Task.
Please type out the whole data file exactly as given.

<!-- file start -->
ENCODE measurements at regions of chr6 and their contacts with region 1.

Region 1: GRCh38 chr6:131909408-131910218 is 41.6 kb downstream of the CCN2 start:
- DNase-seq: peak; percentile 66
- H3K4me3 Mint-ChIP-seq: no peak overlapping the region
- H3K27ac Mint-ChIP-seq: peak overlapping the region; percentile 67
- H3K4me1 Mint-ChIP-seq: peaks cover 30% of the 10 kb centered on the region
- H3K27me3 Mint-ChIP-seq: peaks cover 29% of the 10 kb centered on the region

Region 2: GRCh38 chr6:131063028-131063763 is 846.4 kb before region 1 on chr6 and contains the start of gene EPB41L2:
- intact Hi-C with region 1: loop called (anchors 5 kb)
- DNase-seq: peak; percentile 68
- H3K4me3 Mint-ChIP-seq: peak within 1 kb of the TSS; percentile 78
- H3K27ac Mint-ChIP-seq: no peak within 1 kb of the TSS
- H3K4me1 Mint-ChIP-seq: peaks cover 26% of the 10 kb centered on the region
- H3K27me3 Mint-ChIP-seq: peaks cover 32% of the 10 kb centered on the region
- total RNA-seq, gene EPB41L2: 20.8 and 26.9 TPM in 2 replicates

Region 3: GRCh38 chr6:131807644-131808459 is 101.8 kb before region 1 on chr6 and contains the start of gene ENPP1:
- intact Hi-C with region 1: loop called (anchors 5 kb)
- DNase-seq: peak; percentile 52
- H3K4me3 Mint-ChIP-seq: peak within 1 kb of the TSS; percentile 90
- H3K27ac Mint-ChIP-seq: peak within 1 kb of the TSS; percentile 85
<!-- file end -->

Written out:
ENCODE measurements at regions of chr6 and their contacts with region 1.

Region 1: GRCh38 chr6:131909408-131910218 is 41.6 kb downstream of the CCN2 start:
- DNase-seq: peak; percentile 66
- H3K4me3 Mint-ChIP-seq: no peak overlapping the region
- H3K27ac Mint-ChIP-seq: peak overlapping the region; percentile 67
- H3K4me1 Mint-ChIP-seq: peaks cover 30% of the 10 kb centered on the region
- H3K27me3 Mint-ChIP-seq: peaks cover 29% of the 10 kb centered on the region

Region 2: GRCh38 chr6:131063028-131063763 is 846.4 kb before region 1 on chr6 and contains the start of gene EPB41L2:
- intact Hi-C with region 1: loop called (anchors 5 kb)
- DNase-seq: peak; percentile 68
- H3K4me3 Mint-ChIP-seq: peak within 1 kb of the TSS; percentile 78
- H3K27ac Mint-ChIP-seq: no peak within 1 kb of the TSS
- H3K4me1 Mint-ChIP-seq: peaks cover 26% of the 10 kb centered on the region
- H3K27me3 Mint-ChIP-seq: peaks cover 32% of the 10 kb centered on the region
- total RNA-seq, gene EPB41L2: 20.8 and 26.9 TPM in 2 replicates

Region 3: GRCh38 chr6:131807644-131808459 is 101.8 kb before region 1 on chr6 and contains the start of gene ENPP1:
- intact Hi-C with region 1: loop called (anchors 5 kb)
- DNase-seq: peak; percentile 52
- H3K4me3 Mint-ChIP-seq: peak within 1 kb of the TSS; percentile 90
- H3K27ac Mint-ChIP-seq: peak within 1 kb of the TSS; percentile 85